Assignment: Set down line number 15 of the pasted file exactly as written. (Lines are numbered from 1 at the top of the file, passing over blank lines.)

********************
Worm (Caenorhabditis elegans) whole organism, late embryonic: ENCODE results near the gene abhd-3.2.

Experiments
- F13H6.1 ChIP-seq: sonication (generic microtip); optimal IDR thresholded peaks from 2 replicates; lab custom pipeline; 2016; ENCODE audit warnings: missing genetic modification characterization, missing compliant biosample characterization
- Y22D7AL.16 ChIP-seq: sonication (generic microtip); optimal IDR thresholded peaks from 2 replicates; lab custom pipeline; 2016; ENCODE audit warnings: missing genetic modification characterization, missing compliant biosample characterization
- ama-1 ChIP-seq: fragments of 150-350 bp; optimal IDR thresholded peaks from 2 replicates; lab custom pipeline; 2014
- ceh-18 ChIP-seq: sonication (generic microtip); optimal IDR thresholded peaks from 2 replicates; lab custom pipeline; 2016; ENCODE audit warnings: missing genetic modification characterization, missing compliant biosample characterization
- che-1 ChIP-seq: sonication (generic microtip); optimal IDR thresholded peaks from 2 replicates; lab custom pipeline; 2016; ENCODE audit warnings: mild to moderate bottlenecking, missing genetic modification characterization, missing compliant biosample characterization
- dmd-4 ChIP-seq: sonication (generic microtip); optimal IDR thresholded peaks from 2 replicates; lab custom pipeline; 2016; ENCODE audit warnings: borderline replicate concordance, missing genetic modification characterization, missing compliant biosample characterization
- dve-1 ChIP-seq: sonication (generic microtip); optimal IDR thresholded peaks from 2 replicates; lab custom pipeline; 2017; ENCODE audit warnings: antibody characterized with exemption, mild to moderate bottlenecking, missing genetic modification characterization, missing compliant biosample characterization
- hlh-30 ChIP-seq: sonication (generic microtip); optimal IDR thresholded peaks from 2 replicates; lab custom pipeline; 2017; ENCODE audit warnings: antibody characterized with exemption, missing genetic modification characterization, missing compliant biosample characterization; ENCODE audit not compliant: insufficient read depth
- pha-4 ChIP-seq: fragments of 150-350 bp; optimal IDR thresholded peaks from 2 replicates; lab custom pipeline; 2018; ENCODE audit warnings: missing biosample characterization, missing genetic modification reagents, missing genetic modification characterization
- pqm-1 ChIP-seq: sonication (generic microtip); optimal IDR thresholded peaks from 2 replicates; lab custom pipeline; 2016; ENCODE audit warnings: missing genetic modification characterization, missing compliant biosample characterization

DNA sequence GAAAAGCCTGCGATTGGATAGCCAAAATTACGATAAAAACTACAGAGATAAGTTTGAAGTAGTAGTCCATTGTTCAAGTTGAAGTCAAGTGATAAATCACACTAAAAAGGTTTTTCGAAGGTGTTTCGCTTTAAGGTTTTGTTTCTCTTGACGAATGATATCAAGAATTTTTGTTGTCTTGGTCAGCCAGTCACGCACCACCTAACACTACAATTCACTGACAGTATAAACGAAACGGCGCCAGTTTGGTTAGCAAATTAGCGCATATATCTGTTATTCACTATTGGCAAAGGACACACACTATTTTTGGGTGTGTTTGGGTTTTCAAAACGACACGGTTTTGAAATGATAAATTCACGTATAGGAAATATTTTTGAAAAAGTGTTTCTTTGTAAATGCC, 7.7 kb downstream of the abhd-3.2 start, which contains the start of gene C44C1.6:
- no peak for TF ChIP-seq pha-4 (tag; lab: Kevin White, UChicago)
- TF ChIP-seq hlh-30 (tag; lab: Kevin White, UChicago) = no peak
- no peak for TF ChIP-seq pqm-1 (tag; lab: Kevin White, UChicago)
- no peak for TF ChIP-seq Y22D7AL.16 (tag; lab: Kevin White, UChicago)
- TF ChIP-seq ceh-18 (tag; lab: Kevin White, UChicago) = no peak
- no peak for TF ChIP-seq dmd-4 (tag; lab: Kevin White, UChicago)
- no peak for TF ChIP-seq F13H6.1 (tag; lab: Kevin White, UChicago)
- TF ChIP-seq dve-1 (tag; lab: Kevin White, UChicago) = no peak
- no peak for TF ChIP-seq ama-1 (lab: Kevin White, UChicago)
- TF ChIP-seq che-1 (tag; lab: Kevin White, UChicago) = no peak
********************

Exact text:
- TF ChIP-seq hlh-30 (tag; lab: Kevin White, UChicago) = no peak